Love potion? Sa paglalandi lang (just for flirting). No to attraction of a sexual nature. Do not wreck the family. In times of war, amulets can save your life, although you may be injured by a bullet. Driving out evil spirits? We are just doing what Christ did.
These are just some of the revelations that visiting Manila media obtained from Junel Tomaroy, a traditional healer from the town of Maria in the mystical island province of Siquijor, Central Visayas, with its all-women police force, heritage churches, beautiful beaches, recommended resorts like Sunrise Cliff Beach House—and its air of mysticism, abounding with tales of beings from another dimension.
There is a massive balete tree on the island which is 400 to 500 years old; according to a friend, that tree has a “guardian.” I know what she meant. How enchanting.
Healer Tomaroy, who is also a visual artist who has exhibited in Baguio and other cities, was the briefing officer of the recent First Panambal (Healing) Festival in Maria’s Olang Arts Park. Siquijor Gov. Jake Vincent Villa sent an inspirational message. In her welcome remarks, Mayor Roselyn T. Asok said the town “is a healing place open to all, open all the days, not just during Semana Santa (Holy Week).”
She added, “What is important is to help people and to provide livelihood, for we plan to manufacture herbal medicine. Traditional healing, you know, is an art form.”
The three-day festival began with ritual ceremonies in which Tomaroy prayed over tourism officer Aldrin Dáguman (aka Aldrina Braxton), a flamboyant transgender, who was wrapped in an elegant malong with only her head visible. Then the healer applied a ritual massage on her.
The same procedure was repeated on Marylou Fernando, a health care technologist who is planning to promote the traditional healing products among European Union member countries. To the left sat a healer apparently awaiting a patient, and to the right, a healer in white was giving a patient a ritual massage. On the stage were the youthful members of the Olang Arts Park Orchestra, who provided the music for the opening ceremonies.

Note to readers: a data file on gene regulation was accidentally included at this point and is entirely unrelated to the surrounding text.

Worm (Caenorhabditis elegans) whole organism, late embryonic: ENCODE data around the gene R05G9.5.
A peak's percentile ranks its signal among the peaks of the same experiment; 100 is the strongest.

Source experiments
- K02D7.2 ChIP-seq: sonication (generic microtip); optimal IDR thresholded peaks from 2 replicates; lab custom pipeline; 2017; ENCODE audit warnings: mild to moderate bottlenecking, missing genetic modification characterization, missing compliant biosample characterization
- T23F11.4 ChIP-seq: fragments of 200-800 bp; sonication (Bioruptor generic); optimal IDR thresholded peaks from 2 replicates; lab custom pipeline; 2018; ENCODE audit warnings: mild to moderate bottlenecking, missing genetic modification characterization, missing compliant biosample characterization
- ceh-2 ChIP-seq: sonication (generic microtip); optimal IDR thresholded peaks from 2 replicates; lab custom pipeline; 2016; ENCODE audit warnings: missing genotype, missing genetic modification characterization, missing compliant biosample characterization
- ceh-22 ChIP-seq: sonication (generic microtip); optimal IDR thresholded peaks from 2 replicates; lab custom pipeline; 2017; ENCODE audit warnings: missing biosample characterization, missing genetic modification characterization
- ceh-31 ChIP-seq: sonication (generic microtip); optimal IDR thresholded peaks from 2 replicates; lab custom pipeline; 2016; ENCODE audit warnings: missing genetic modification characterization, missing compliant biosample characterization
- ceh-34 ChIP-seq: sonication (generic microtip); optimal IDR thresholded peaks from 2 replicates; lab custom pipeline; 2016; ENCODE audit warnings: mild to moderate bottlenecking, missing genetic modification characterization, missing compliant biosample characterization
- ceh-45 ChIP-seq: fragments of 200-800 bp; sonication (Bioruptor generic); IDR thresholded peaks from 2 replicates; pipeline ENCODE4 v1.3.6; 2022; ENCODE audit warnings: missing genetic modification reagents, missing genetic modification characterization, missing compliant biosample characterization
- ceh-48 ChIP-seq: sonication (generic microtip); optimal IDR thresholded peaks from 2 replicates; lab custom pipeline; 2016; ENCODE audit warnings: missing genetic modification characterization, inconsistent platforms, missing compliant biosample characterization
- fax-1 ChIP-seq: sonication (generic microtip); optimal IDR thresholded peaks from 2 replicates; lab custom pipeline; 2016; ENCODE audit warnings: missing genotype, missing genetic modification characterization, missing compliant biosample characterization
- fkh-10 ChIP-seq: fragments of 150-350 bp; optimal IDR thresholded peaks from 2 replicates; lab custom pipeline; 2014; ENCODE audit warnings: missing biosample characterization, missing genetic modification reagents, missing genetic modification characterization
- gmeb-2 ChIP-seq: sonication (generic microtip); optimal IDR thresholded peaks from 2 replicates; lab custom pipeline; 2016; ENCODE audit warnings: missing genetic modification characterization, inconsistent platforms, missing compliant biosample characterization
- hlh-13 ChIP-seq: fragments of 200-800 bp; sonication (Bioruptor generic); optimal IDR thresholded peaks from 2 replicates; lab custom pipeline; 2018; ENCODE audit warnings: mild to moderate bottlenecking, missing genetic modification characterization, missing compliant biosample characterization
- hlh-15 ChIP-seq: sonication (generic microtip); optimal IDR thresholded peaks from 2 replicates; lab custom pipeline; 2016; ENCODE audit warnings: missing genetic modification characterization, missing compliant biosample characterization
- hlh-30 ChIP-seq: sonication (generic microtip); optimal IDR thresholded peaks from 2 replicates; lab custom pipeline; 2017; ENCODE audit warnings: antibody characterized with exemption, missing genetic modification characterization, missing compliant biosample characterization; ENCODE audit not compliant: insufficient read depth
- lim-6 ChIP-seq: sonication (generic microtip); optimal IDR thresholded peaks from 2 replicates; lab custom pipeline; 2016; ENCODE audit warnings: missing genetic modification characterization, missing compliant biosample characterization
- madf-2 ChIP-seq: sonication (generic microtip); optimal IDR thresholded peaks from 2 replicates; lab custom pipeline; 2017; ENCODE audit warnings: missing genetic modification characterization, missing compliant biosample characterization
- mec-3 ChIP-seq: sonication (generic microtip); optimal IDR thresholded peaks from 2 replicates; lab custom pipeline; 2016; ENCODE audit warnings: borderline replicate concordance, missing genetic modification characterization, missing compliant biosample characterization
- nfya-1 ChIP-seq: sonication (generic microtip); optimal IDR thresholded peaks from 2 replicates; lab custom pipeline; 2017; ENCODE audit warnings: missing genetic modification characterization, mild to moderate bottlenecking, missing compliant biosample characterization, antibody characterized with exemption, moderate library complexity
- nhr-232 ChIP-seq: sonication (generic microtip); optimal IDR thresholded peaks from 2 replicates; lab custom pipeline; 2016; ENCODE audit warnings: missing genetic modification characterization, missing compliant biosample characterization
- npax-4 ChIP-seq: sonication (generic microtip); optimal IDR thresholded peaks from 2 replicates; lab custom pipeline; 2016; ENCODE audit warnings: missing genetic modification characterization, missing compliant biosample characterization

During the first day of the festival, the healers chopped all the collected ingredients so as to produce healing oil. These raw materials, stems and shrubs from the plants and branches, when chopped, washed and boiled, result in a drink which can address various illnesses. Tradition decrees that these preparations take place on Good Friday.
There were healing sessions and consultations that day with accredited Siquijodnon and guest traditional healers.
On the second day, all the collected materials were burned (pag-uuling), to be used as ingredients in the making of minasa (black wax). This process is resorted to, to create palina (ritual smoke) and produce the anting-anting (amulets, charms). To make them effective, the ingredients are mixed with tuba (wine), honey, beeswax, candles, incense, tawas (alum crystal) and kamangyang (frankincense). These amulets protect against bullets in times of war or conflict, the healers say; the bullet may injure you, but it will not kill you.